Copenhagen Half Marathon

Part 2 of my “touch of Scandinavia” run weekend, is my recap of the Copenhagen Half Marathon (CPH Half), and as with the Oslo Marathon recap, I’ll give you  “the good, the bad and the ugly.

The Good: One of the things I liked the best was the overall feeling of camaraderie that you often feel with races, a feeling the Danes might call hygge – a warm atmosphere and enjoying the good things in life with good people. Since running is mostly a solitary pursuit, at least for me, when I participate in a race and get the warm fuzzies, it’s all good. And because I like social media, I was pretty happy with the organization’s use of it for this event. As with Oslo, there was lots of engagement leading up to the race using email and SMS messaging. CPH even had an app, taking communication and engagement up a notch.

Copenhagen Half Marathon runners listed

The Ugly: I’m using a bit of creative license here, and doing the ugly before the bad (there is a method to my madness, so stay with me), and the ugly was THE WEATHER. I know I said in Part 1 that I shouldn’t reference the weather since it’s beyond anyone’s control, but in the case I have to talk about the weather, so again, stay with me. 

The weather was nice the day of the race. In the beginning.

The towers of Tivoli Gardens

The sun was out, and it was quite warm. For a minute there I thought I might have dressed too warmly. I wasn’t complaining, though, because a few days prior, when I went to the race expo to pick up my race packet, it was raining the proverbial cats and dogs, and the weather forecast was iffy.

I wore arm sleeves, and found myself rolling them down just minutes after starting because it was so warm. However, it wasn’t long before the sun disappeared behind the clouds, and the sky began to turn grey. By the time I reached the 5km mark it was getting cool and I begin thinking about rolling up my arm sleeves.

A hail storm during the Copenhagen Half Marathon

Hail and torrential rain during the Copenhagen Half Marathon

When I got to km 8 the rain started. First light drops. Then heavier and faster, and then hail the size of golf balls started pummeling us.  Next came the thunder and a couple of flashes of lightning, the sighting of which caused several of us runners  to duck under the awning of a restaurant just on the side of the road. I figured the race would be canceled, because… LIGHTNING. But when I didn’t hear about a cancellation, and saw runners still braving the elements and continuing to run, I left the shelter and continued as well. By the time I reached the 12km mark, there was no more rain, and around 13 km or so, the sun peaked out. That’s good, right?

The Bad: I had just passed 15km, the sun was back out and I was beginning to dry off, I was approaching a landmark that I’d fallen in love with during my sightseeing earlier during this trip, and my overall mood was improving. That is until the race official announces the race is CANCELED.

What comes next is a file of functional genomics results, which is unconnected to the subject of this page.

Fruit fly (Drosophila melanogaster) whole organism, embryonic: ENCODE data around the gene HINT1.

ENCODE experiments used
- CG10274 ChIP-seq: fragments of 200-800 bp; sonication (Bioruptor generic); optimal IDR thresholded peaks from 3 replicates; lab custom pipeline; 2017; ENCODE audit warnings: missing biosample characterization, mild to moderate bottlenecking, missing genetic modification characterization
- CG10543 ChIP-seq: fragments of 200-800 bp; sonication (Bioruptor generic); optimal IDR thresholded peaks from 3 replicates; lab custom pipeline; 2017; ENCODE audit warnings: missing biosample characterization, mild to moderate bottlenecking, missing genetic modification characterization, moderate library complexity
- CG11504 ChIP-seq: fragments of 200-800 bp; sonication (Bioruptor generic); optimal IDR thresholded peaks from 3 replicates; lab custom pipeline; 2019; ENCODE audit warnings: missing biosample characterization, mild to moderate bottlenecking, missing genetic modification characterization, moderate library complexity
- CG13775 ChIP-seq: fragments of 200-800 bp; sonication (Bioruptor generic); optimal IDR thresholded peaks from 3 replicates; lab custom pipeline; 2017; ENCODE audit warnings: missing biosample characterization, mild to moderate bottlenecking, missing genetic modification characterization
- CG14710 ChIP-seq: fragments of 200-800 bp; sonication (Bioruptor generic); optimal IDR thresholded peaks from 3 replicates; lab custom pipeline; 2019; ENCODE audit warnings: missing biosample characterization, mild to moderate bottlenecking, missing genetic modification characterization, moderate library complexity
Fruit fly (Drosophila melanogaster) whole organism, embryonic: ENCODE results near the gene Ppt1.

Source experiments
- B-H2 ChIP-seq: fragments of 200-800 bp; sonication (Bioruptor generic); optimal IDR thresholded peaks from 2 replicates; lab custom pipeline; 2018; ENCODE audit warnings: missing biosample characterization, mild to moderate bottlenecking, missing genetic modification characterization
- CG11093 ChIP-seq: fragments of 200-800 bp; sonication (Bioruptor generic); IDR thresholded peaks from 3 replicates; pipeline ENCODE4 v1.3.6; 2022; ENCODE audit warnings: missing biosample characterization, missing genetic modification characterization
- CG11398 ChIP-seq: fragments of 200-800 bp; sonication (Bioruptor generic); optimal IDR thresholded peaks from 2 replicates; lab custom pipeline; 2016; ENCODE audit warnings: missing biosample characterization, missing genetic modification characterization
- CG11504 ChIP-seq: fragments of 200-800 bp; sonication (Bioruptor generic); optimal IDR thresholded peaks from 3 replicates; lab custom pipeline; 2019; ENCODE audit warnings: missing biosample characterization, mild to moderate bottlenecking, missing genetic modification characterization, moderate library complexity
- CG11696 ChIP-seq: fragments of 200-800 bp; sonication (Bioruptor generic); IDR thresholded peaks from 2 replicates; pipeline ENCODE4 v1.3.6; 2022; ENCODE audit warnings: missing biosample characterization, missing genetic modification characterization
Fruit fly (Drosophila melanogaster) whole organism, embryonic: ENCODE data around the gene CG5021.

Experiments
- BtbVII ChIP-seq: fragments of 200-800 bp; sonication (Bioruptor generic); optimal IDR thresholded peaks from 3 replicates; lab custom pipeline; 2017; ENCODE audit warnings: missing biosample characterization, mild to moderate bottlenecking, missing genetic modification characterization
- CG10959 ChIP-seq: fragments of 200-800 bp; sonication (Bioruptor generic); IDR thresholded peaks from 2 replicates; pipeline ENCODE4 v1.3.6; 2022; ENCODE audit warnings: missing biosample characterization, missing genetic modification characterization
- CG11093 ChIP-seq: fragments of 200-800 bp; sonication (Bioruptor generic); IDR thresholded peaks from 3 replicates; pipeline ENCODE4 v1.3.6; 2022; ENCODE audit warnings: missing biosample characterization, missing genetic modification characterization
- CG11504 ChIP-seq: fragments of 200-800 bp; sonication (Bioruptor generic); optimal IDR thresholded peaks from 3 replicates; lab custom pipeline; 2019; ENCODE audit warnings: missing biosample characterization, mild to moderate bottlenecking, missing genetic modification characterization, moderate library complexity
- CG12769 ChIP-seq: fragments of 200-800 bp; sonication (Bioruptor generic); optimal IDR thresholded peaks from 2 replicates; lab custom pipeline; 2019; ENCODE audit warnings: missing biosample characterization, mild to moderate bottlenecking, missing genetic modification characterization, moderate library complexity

Huh?!?! You cancel the race NOW?! After the rain and hail and thunder and lightning have stopped and the sun is out?!?!

What I didn’t know at the time was that although the crazy weather had stopped for the moment, three people – a runner, a race volunteer and a photographer – were struck by lightning and were taken to the hospital for treatment. Rather than risk more injuries or chaos, the race organizers decided to halt the race after meteorologists forecasted further downpours.

The official proceeds to tell us we have to get back to the start/finish/bag pick up area on our own. 

After I got over my “are you for real?” moment, I’ll admit to having mixed feelings about the cancelation. My left hamstring was aching – its way of expressing its dissatisfaction with me for running two races back to back, without proper training, rest or recovery – so physically, that relief would have been nice. However, I soon came to my senses and realized that, not only am I working on a goal, but the amount of running around done so far that weekend to be at this race and Oslo the day before to not finish the CPH Half would have been upsetting.

Hmmm. Ok. So there I am at the 15km point. I’m more than 2/3 done with the race, I’ve been through the worst of it, and I’ve still got to get to the end point on my own? Might as well keep going. Several other runners thought the same. So we kept on course. Several more officials waved us down to inform us that the race was canceled.

Runners pass Copenhagen Botanical Garden during CPH half marathon

Whatevs.

I was not leaving Copenhagen without my medal and without adding country #29 to my tally.

Disregarding the race officials, and my hamstring, I kept going. I soon/eventually/finally made it to the finish line. The digital timer was turned off, but there were still plenty of runners crossing the line, and race personnel on the other side to drape the finisher’s medal around our neck.

CPH half marathon finisher!

Final Assessment: Rain, hail, thunder and lightning notwithstanding, CPH Half was a good race. Copenhagen is a great destination. The city, which has set the standard for urban sustainability and green living, is surrounded by water and parks and has thousands of miles of paths and roads dedicated to cyclists. Copenhagen is also becoming known as a foodie haven and has a well-established beer culture.

Copenhagen Half Marathon

The overall organization was good, as was communication and bonus points to the CPH Half organizers for their handling of the situation the day of the race. But let me just add, had this happened in Oslo, I might feel differently with Thor being the Norse god of thunder and all. All jokes aside, I would happily recommend this race.

Running the World: Copenhagen Half Marathon

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